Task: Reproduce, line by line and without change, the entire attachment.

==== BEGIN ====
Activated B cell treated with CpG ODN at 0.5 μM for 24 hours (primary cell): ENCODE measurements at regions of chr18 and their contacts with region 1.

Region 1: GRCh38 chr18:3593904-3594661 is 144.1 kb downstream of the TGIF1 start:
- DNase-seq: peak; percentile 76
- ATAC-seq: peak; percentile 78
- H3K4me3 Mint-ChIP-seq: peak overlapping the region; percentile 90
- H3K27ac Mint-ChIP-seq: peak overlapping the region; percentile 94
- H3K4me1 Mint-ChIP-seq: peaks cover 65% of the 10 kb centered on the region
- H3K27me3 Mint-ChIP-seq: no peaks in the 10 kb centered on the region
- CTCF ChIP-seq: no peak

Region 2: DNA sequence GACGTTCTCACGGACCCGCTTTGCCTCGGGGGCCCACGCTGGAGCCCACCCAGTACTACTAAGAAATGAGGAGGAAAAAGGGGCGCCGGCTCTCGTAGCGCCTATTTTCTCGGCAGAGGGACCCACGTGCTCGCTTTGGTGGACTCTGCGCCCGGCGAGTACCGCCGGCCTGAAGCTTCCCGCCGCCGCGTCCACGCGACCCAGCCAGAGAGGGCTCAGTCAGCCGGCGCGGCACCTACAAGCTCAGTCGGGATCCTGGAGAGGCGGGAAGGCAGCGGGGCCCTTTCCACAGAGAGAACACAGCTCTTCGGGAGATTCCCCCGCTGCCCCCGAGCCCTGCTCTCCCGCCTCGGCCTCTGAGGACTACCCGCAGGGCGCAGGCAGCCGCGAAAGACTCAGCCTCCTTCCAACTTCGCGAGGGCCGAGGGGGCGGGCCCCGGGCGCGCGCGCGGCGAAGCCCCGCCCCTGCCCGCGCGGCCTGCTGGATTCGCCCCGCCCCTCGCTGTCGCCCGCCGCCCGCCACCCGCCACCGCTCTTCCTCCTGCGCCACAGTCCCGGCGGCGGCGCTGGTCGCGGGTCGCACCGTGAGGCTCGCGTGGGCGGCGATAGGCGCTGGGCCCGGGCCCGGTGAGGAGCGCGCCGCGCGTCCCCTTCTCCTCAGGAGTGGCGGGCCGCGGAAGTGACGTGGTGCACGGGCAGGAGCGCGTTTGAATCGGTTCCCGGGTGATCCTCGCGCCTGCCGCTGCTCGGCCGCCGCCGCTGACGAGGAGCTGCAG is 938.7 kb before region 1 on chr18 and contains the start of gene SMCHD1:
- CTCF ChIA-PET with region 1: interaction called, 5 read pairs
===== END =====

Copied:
Activated B cell treated with CpG ODN at 0.5 μM for 24 hours (primary cell): ENCODE measurements at regions of chr18 and their contacts with region 1.

Region 1: GRCh38 chr18:3593904-3594661 is 144.1 kb downstream of the TGIF1 start:
- DNase-seq: peak; percentile 76
- ATAC-seq: peak; percentile 78
- H3K4me3 Mint-ChIP-seq: peak overlapping the region; percentile 90
- H3K27ac Mint-ChIP-seq: peak overlapping the region; percentile 94
- H3K4me1 Mint-ChIP-seq: peaks cover 65% of the 10 kb centered on the region
- H3K27me3 Mint-ChIP-seq: no peaks in the 10 kb centered on the region
- CTCF ChIP-seq: no peak

Region 2: DNA sequence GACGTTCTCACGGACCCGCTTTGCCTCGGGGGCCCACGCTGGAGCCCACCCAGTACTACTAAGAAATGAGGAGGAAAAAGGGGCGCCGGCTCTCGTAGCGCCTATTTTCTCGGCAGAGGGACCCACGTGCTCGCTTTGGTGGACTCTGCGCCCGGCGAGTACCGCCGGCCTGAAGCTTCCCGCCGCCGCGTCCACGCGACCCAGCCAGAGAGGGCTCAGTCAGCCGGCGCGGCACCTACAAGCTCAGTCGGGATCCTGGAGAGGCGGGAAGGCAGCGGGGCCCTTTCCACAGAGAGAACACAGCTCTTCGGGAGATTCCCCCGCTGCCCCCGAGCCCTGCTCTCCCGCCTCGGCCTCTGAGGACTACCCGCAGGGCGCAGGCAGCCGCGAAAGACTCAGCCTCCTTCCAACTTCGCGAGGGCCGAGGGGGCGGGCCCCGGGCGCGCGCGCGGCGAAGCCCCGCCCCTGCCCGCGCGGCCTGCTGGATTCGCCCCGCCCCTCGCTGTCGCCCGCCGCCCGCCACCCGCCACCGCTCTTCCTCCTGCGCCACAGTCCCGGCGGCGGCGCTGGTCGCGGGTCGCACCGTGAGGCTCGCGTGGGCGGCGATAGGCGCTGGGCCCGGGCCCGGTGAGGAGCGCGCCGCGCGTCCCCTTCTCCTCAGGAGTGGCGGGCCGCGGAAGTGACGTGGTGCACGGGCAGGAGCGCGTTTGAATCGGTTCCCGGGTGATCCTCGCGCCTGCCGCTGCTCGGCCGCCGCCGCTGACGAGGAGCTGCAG is 938.7 kb before region 1 on chr18 and contains the start of gene SMCHD1:
- CTCF ChIA-PET with region 1: interaction called, 5 read pairs